When MHD uploaded six homemade YouTube videos of of himself and his friends rapping about a year ago, he didn’t expect them to go viral.
All of them titled “Afro Trap,” the videos have more than 80 million combined views and have lead the way for a new, off-shoot musical genre of the same name.
Mohammed Sylla—better known as MHD, a 21-year-old French rapper of Guinean and Senegalese descent who reps the 19th arrondissement—is its leader.
But why did Sylla name his music Afro Trap?
The answer is fairly straightforward, the hip-hop scene, the Atlanta-influenced “trap” one specifically, were crowded and MHD couldn’t stand out, despite putting out plenty of music and doing many collaborations.
Sylla wanted to innovate and felt like he wasn’t thriving, so he steered his “trap” music to incorporate dance moves, following the likes of French rappers Attila and Niska.
MHD’s Afro Trap is only very loosely inspired by American “trap” music. Rather, his style is more characterized by its heavy drums and layered synthesizers, and African influences in terms of the music, lyrics sung in West African languages and the choreographed dance moves associated with the tracks.
Sylla’s style is clearly influenced by Afro-Carribean culture, less so trap music. One reason is that trap, as a genre, is geographically specific. Despite it’s worldwide appeal, it’s best output is still made in Atlanta by Atlanta rappers. The other reason is that “trap music” as a genre has simply become such a vague and overused term for any hip-hop music nowadays.
The fusion between Afro-Carribean music and modern hip-hop has been done before in the French pop scene.
Other rappers have tried the crossover, but MHD’s the first one to go mainstream. A lot of that can be consistent Afro Trap branding he’s plastered across all of the material he’s released.
Sylla’s light-hearted lyrics tackle his every day life—from football to love—like the song “A Kele Nta,” a Bambara phrase meaning, “My Brother, Just Choose Her.” The music video follows MHD to Dakar, Senegal, where half of his family is from.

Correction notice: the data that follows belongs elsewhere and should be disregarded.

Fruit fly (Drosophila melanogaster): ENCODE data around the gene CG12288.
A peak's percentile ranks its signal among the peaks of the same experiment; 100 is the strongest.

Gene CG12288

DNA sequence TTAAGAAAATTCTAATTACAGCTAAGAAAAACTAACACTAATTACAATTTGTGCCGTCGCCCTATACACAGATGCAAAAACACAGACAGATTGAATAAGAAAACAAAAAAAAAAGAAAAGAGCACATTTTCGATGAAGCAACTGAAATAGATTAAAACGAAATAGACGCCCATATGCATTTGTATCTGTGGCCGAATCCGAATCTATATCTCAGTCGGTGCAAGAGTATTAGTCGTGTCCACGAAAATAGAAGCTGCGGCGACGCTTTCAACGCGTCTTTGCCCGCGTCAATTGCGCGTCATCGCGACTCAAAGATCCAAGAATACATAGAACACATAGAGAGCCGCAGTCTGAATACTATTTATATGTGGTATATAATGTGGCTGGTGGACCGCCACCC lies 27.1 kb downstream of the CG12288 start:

His debut album, MHD, rose to the number two spot in the French charts. The album features some famous names such as Fally Ipupa and Angelique Kidjo. Since then, MHD’s also opened for French stars like rapper Booba.
The influence of MHD’s music has led to the mainstream recognition of others Afro Trap French rappers such as Naza, Gradur, and Nixo, a rapper from the island Mayotte known for his new single “N’golo Kante,” a tribute to the French national team and Chelsea FC footballer.
As a new musical genre, Afro Trap is not clearly defined. It seems to be more of a catch-all phrase gathering hip-hop music made by mostly French Afro-descendants proudly celebrating their roots by making West African-inspired music with gleeful, lighthearted lyrics. Afro Trap tracks are sung in French, often featuring a few words borrowed from West African languages like Dioula and Nouchi (Ivorian pidgin).
West Africa being a muse for hip-hop music isn’t a novelty, but for a generation raised on the negative stereotypes of the African continent portrayed by mainstream media, Afro Trap is a step in the right direction. The genre is created and made by second generation kids willing to loudly celebrate who they are: a mix of Western and African cultures and influences.
With MHD signing to Universal Music, does this mean that Afro Trap is about to blow up?
It’s possible. Although African-Caribbean-infused pop music has always been popular in France, many acts like Dealer 2 Zouk or Bisso Na Bisso have struggled to get past being one-hit wonders. French rapper Mokobé is one of the few that succeeded in having a career as a pop/hip-hop act.
Despite the complete lack of a political message in Afro Trap, many believe that the simple fact of having young Afro-descendants celebrating their culture of origins, is, by default, a political statement in itself. After all, Afro-Caribbean culture has, for decades inspired French pop, but never gotten paid its dues.
Afro Trap is a way for young Afro-descendants to feel represented in pop culture by celebrating a musical genre made with the sounds of coupé décalé, afrobeats and rumba, and words borrowed from their parents’ first languages. The dance moves are also of importance, because they help the public remember the lyrics and bring about a general “feel good” mood.
Afro Trap is created from the music, dances and sometimes languages of these rappers’ parents—and made for everyone to enjoy. It’s time for Caribbean culture get the recognition it deserves in French pop culture. And Afro Trap is a way forward.